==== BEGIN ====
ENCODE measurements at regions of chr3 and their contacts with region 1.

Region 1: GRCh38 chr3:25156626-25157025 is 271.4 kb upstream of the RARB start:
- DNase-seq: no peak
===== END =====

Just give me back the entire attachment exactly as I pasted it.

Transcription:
ENCODE measurements at regions of chr3 and their contacts with region 1.

Region 1: GRCh38 chr3:25156626-25157025 is 271.4 kb upstream of the RARB start:
- DNase-seq: no peak